Resource Recycling News

Federal funding boosts recycling operations

Aluminum can bale close up.

An aluminum sheet producer that uses recycled beverage cans is among the recipients of a recent round of federal funding. | Pim Pic/Shutterstock

Multiple glass recycling operations, a massive chemical recycling facility and a project to increase consumption of mixed grade recycled aluminum are among the materials recovery efforts to receive recent funding from the U.S. Department of Energy.

The federal agency on March 25 announced a handful of projects across industrial sectors were selected to receive a total of $6 billion. The money comes from the Infrastructure Investment and Jobs Act and the Inflation Reduction Act, which Congress approved in 2021 and 2022, respectively.

Aimed broadly at decarbonizing “energy-intensive industries” and bolstering U.S. manufacturing, the funding recipients include several processors of recyclables.


Gallo Glass, a Modesto, California-based container manufacturer that’s a subsidiary of major California winemaker E & J Gallo Winery, will receive up to $75 million to install a hybrid electric glass furnace.

Besides reducing energy use, the hybrid furnace will allow the company to increase recycled content in its glass bottles by 30%, according to the announcement. The project also involves establishing new recycled glass collection programs to bring in containers that are part of the California deposit system.

Also in the glass space, O-I was awarded up to $125 million in federal funds to rebuild four glass furnaces at the company’s bottling plants in California, Ohio and Virginia.

O-I is a major consumer of recovered glass from MRFs and from container deposit programs, averaging 38% recycled glass in its feedstock in 2022, according to the company’s latest sustainability report.

In a statement, the company said the rebuilds will “combine five cutting-edge furnace technologies on each furnace, marking the first time that all five technologies have been implemented simultaneously.” The company added the projects will “demonstrate the functionality of combining multiple technologies across different glass colors and container types.”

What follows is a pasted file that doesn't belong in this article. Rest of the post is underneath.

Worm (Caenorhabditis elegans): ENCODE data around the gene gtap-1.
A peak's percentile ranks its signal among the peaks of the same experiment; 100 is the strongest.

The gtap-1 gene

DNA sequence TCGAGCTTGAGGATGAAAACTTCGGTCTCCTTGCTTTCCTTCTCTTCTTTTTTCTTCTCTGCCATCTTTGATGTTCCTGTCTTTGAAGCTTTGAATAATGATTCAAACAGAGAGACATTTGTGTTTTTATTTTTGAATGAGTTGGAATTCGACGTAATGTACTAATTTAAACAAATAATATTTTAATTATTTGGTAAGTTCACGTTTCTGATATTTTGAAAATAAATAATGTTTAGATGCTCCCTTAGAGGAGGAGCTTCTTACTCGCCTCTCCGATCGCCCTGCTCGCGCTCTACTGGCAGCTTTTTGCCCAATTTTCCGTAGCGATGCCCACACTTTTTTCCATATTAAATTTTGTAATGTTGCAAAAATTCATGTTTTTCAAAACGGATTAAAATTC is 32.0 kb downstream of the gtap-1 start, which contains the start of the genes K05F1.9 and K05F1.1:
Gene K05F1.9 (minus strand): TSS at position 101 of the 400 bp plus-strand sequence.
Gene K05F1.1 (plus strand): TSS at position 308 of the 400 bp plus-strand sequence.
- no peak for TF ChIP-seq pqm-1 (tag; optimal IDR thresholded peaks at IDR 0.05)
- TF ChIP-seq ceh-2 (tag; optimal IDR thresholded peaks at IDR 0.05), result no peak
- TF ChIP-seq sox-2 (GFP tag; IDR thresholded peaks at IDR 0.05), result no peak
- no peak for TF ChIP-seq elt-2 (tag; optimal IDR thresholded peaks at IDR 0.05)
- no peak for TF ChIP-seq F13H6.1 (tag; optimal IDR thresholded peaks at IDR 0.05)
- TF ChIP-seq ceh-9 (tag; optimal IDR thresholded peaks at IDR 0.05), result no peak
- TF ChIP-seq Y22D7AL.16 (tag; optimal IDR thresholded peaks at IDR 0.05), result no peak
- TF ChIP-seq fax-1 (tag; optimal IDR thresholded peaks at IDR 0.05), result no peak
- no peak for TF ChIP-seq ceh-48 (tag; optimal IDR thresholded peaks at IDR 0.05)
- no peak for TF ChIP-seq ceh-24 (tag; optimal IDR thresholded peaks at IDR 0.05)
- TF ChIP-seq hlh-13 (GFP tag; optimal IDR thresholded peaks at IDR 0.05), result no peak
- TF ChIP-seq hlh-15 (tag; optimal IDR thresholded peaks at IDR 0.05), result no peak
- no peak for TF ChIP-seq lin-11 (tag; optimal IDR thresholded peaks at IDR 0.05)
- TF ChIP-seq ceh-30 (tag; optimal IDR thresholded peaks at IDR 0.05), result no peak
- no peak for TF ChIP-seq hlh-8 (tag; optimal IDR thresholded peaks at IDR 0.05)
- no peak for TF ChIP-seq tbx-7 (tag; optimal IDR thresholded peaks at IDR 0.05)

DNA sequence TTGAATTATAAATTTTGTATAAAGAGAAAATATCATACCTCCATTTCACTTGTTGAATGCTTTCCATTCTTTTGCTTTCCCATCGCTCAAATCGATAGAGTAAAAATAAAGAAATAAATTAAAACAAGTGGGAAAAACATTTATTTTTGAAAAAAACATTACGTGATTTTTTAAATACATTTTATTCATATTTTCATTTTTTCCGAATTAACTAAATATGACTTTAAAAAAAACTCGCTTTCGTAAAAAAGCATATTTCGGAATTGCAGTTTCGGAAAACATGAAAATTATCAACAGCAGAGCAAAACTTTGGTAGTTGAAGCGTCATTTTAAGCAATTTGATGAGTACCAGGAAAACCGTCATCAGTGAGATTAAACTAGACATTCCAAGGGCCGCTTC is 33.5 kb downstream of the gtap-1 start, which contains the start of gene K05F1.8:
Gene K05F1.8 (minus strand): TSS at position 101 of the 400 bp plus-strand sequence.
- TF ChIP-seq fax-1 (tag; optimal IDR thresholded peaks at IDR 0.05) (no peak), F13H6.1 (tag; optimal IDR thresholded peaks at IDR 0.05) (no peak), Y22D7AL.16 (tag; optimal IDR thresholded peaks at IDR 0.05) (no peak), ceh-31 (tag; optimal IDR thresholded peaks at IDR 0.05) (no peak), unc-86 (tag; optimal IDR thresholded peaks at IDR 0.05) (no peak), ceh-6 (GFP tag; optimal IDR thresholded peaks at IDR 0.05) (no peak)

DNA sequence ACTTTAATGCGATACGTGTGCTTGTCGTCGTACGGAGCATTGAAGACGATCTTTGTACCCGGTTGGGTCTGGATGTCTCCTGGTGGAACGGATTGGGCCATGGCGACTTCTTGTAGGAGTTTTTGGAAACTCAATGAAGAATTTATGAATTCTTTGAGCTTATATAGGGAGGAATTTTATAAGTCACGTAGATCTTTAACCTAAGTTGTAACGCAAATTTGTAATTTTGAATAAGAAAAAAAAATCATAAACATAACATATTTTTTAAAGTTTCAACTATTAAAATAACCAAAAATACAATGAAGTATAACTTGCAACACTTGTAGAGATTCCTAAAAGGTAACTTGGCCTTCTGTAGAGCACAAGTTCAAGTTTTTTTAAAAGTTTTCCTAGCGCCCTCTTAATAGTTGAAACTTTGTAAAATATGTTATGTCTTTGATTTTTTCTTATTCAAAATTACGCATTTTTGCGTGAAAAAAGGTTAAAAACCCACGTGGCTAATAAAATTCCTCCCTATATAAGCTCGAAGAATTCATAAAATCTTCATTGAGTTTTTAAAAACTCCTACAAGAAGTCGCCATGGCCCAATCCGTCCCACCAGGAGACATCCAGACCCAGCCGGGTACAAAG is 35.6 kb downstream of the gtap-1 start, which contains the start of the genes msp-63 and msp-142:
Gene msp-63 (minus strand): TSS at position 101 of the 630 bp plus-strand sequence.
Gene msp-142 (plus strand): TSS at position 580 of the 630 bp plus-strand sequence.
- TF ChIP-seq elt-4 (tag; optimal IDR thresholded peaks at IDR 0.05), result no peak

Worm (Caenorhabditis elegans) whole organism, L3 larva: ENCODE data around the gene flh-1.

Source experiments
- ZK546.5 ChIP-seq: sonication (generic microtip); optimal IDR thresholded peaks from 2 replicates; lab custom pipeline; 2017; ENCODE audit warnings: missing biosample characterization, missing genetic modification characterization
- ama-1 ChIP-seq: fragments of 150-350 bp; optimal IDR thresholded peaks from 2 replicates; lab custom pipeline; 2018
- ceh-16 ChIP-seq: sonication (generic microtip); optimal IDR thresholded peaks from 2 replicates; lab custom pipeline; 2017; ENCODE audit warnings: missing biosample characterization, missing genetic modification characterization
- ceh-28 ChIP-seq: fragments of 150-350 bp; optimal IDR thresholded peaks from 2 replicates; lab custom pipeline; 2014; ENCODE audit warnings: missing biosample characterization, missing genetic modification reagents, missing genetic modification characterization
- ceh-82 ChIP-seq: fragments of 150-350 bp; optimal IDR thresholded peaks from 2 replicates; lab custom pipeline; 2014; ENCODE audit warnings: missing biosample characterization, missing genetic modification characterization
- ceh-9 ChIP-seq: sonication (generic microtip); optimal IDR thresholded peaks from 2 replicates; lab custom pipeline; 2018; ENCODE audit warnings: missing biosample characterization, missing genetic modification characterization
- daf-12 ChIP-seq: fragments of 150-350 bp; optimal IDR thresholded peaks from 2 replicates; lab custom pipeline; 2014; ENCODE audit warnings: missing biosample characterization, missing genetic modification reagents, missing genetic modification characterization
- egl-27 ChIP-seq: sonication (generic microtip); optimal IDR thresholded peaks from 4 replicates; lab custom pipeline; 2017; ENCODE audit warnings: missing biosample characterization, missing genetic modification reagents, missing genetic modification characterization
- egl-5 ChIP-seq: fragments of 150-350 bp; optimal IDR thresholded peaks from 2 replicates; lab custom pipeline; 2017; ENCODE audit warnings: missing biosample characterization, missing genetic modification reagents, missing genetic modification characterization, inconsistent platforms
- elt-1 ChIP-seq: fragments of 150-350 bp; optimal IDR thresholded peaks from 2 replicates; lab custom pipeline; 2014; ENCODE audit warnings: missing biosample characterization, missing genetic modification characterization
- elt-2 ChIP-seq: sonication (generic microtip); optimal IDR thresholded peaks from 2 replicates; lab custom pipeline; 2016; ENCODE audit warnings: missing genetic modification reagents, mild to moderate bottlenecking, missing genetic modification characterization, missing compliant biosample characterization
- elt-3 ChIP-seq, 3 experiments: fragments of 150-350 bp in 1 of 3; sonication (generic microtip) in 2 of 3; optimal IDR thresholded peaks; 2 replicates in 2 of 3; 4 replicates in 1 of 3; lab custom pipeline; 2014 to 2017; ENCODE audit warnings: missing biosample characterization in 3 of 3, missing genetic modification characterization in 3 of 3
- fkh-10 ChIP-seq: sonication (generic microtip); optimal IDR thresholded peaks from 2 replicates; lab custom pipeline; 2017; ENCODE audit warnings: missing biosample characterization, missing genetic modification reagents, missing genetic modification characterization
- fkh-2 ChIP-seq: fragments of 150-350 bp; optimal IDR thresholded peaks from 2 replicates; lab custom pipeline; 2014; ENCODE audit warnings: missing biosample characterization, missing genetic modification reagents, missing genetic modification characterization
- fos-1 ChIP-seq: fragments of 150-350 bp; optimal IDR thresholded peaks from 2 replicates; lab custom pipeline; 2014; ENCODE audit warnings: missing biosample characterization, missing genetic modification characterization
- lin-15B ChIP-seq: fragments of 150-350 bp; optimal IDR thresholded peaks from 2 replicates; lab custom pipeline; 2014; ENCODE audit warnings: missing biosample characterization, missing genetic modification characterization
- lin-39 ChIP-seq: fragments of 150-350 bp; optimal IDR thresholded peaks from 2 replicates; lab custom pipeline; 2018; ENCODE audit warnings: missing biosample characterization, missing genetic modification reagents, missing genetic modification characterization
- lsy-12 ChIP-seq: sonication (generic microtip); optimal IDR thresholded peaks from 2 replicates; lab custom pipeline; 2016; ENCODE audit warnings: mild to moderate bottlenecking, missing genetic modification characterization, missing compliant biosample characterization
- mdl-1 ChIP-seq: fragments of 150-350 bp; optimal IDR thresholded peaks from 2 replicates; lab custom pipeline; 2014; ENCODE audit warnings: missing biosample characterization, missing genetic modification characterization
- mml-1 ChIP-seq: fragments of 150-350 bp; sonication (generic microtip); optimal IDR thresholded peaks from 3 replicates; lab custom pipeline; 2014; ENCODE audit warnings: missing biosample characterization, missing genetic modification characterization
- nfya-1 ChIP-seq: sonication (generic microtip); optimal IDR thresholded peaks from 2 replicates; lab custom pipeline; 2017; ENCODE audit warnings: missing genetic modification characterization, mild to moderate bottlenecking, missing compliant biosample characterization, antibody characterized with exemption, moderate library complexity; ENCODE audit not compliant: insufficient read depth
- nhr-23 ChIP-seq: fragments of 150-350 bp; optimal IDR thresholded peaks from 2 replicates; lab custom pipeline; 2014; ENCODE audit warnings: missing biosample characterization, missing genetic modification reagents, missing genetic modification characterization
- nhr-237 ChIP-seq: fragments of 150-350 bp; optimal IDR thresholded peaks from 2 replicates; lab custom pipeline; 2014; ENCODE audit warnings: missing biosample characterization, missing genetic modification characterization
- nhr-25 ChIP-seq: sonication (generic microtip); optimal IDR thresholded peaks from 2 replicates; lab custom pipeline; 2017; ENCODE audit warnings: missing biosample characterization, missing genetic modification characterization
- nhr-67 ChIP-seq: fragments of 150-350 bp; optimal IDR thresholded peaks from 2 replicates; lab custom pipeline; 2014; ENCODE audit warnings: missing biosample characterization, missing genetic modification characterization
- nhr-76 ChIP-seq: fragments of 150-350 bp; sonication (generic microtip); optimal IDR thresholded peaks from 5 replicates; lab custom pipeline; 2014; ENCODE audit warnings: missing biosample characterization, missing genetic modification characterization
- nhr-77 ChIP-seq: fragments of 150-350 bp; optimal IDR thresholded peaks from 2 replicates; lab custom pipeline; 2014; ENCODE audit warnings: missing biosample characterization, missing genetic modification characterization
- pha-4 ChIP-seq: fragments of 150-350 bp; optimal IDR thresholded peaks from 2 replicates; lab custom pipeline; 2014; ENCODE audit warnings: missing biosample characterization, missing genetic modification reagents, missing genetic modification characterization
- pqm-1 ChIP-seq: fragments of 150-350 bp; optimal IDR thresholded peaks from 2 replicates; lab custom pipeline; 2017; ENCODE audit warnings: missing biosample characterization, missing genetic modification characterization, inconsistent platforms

Eastman will receive up to $375 million in federal funds for a new chemical recycling plant in Longview, Texas.

The facility, announced last week concurrent with the funding news, will be the second of the company’s U.S. facilities to process recovered PET through methanolysis, a process that uses methanol to break down plastic polymers.

The facility has a planned capacity of 110,000 metric tons per year, similar to its first facility in Kingsport, Tennessee. The facility will target scrap PET materials that are not typically recycled by mechanical processors, primarily opaque PET and thermoforms, much like the Kingsport plant.

The funding announcement focused on the lower carbon intensity of the chemically recycled resin when compared with virgin material, noting that “Eastman’s decarbonized material is commanding a green premium among consumer facing brands.”


Golden Aluminum, a Fort Lupton, Colorado-based aluminum sheet producer that uses recycled content, will upgrade its facility with a $22.3 million grant.

The company uses up to 75% recycled aluminum in its products, depending on the alloy, and some product lines, including its Infinity Alloy Family, use recycled beverage cans, or UBCs.

The funding will outfit the company with Nexcast minimill aluminum casting equipment, allowing Golden Aluminum to produce a wider array of aluminum alloys and grades. The equipment will also allow the company to recycle 15% more mixed-grade aluminum scrap.

The funding announcement noted the project is “highly replicable among other U.S. aluminum producers and can help solidify the U.S. as a world leader in decarbonized secondary aluminum production.”


Wieland, a Germany-headquartered copper giant that owns U.S. e-scrap processor Totall Metal Recycling, will receive up to $270 million in federal funds for a copper project in Kentucky.

Wieland will use the funds for its “advanced copper recycling facility” in development in Shelbyville, Kentucky. First announced in 2021, the facility will recycle “a diverse mix of copper scrap and other metals, turning it into high-purity copper suitable to support multiple applications including electric vehicles and semiconductors,” according to the funding announcement.

Wieland entered the U.S. e-scrap industry with its 2022 purchase of Totall Metal Recycling, a processor with two facilities in Granite City, Illinois. When Wieland bought the e-scrap firm, the company indicated Totall Metal would “perfectly integrate” into Wieland’s operations in part because of its proximity to the Shelbyville facility, suggesting the copper plant will receive metals recovered from e-scrap.

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